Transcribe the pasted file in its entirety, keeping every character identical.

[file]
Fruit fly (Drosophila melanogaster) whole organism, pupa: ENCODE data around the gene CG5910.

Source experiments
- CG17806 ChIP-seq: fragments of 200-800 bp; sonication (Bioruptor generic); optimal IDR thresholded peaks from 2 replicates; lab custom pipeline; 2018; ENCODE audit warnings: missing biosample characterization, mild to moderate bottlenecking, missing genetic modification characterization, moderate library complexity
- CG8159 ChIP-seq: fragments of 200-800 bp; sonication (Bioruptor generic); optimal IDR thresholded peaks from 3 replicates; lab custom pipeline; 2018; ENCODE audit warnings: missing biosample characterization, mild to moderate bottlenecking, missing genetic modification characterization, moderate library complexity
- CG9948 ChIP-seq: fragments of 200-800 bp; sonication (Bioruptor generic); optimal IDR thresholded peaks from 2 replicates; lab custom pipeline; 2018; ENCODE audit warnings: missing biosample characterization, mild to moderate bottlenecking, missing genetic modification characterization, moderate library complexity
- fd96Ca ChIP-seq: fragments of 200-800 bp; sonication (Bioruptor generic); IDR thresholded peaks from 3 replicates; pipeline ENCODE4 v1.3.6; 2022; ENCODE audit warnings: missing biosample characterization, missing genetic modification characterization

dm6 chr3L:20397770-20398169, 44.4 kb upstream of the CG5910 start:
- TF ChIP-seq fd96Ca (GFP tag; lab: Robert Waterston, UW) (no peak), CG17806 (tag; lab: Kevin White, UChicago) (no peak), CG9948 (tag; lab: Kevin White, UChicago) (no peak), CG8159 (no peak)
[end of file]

Fruit fly (Drosophila melanogaster) whole organism, pupa: ENCODE data around the gene CG5910.

Source experiments
- CG17806 ChIP-seq: fragments of 200-800 bp; sonication (Bioruptor generic); optimal IDR thresholded peaks from 2 replicates; lab custom pipeline; 2018; ENCODE audit warnings: missing biosample characterization, mild to moderate bottlenecking, missing genetic modification characterization, moderate library complexity
- CG8159 ChIP-seq: fragments of 200-800 bp; sonication (Bioruptor generic); optimal IDR thresholded peaks from 3 replicates; lab custom pipeline; 2018; ENCODE audit warnings: missing biosample characterization, mild to moderate bottlenecking, missing genetic modification characterization, moderate library complexity
- CG9948 ChIP-seq: fragments of 200-800 bp; sonication (Bioruptor generic); optimal IDR thresholded peaks from 2 replicates; lab custom pipeline; 2018; ENCODE audit warnings: missing biosample characterization, mild to moderate bottlenecking, missing genetic modification characterization, moderate library complexity
- fd96Ca ChIP-seq: fragments of 200-800 bp; sonication (Bioruptor generic); IDR thresholded peaks from 3 replicates; pipeline ENCODE4 v1.3.6; 2022; ENCODE audit warnings: missing biosample characterization, missing genetic modification characterization

dm6 chr3L:20397770-20398169, 44.4 kb upstream of the CG5910 start:
- TF ChIP-seq fd96Ca (GFP tag; lab: Robert Waterston, UW) (no peak), CG17806 (tag; lab: Kevin White, UChicago) (no peak), CG9948 (tag; lab: Kevin White, UChicago) (no peak), CG8159 (no peak)